The rise in rubber prices continues in domestic and international markets. The price of RSS-4 Grade rubber is up 15% to Rs123 per kg from 1 September, although this is a period when prices begin to soften after the monsoon rains.
Graphics: Yogesh Kumar / Mint
According to data provided by the Rubber Board of India, the natural rubber output from January to September was 435,125 tonnes, nearly 10% lower than the year-ago period. On the other hand, consumption grew by 3% to touch 530,100 tonnes. This apart, around 136,000 tonnes of rubber were imported from April to September, which is around three times higher than a year ago.
The demand growth story is now a no-brainer what with robust Index of Industrial Production numbers, strong growth rate in automobile sales, which in turn spell better offtake in tyres. The tyre industry consumes about 50% of the country’s rubber production.
However, on the supply side, the drop is partly on account of erratic monsoons in the country, which hampered tapping of rubber. Says Rajiv Buddhiraja, director general, Automotive Tyre Manufacturers Association: “We have never witnessed this situation before, where there is a tightness both in supply and in prices.”
The scenario is equally dire in international markets. RSS-4 grade prices have shot up from Rs103 per kg in September to around Rs123 a kg now. Speculation, too, is to blame. For example, rubber prices in the futures market increased in the last couple of days as plantations in four Thai provinces, which account for 20% of the country’s rubber, output were affected. Thailand is the largest global producer of rubber.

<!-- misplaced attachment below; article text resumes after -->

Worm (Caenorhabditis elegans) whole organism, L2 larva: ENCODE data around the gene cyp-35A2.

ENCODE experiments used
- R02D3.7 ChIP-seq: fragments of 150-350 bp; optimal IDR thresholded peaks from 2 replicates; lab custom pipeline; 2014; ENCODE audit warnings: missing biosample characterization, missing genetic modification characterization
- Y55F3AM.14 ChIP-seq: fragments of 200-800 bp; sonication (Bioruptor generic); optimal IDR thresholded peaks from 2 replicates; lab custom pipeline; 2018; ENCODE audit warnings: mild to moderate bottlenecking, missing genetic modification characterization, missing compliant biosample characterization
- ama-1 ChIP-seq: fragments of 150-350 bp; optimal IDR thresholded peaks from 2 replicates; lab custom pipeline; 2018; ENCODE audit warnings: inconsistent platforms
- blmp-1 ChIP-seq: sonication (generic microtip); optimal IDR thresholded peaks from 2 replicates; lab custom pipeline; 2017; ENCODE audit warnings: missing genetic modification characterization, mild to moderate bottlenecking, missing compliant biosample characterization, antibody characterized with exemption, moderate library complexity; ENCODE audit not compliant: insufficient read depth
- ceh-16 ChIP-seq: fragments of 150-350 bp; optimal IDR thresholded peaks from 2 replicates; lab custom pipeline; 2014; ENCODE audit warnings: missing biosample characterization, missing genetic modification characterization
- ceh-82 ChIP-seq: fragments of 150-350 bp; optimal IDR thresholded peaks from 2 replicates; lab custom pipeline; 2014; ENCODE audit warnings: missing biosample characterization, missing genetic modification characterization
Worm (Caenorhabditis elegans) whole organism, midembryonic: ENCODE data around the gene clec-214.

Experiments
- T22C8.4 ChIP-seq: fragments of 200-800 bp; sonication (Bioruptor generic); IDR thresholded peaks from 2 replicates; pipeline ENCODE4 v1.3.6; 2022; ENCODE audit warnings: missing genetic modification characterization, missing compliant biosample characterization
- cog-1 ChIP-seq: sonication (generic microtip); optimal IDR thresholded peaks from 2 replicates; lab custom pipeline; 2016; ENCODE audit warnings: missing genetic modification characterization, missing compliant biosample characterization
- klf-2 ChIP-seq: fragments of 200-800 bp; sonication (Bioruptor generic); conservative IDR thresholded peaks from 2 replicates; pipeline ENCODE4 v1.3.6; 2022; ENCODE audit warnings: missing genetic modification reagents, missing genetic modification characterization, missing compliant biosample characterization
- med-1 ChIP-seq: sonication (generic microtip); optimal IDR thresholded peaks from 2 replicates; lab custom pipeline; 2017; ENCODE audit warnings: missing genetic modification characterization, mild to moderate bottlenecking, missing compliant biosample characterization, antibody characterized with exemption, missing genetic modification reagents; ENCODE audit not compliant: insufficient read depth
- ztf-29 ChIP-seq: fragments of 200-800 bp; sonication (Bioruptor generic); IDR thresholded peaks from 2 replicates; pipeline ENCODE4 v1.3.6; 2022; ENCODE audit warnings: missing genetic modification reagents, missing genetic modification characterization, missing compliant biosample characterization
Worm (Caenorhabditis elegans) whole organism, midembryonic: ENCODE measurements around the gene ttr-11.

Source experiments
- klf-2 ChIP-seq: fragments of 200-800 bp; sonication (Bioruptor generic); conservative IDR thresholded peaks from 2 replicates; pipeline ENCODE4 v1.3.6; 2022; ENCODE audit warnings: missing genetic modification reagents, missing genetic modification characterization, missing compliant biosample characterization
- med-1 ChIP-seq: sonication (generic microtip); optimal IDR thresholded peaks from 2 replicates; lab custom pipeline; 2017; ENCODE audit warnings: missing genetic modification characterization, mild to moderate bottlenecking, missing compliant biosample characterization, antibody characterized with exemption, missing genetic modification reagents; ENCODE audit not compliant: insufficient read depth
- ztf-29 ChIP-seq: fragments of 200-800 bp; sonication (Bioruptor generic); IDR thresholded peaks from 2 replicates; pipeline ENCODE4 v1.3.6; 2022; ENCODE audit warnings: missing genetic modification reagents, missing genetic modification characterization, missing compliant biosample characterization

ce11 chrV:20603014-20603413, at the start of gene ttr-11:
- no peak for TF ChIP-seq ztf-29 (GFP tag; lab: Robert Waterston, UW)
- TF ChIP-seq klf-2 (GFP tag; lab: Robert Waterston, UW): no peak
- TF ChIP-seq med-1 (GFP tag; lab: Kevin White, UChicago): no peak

Forecasts now say output from this market could be 10% lower than the previous year. Adding to these woes is the high cost versus returns for small rubber growers in countries like Indonesia, which has forced a shift from rubber to palm oil cultivation, lowering output.
Another trigger is the rise in crude oil prices. There is a strong correlation between crude oil and rubber prices. The tyre industry, which is the largest consumer of rubber, uses a mix of synthetic rubber (styrene butadiene rubber, a petroleum product) and natural rubber. Commodity experts point out that when the price of synthetic rubber goes up, natural rubber prices, too, moves up in sympathy.
A respite is unlikely in the near term. Global production during the 12 month period from October 2008 to September 2009 was down 5%, compared with the year-ago period. Back home, the Rubber Board has projected an output of 835,000 tonnes of rubber for 2009, which will be 5.2% lower than the previous year.
That’s why the tyre industry is perhaps hoping for a duty reduction on imported rubber, which is as high as 20%. And there is speculation that other Asian countries like Thailand may ease exports. But the outlook for rubber users is not rosy.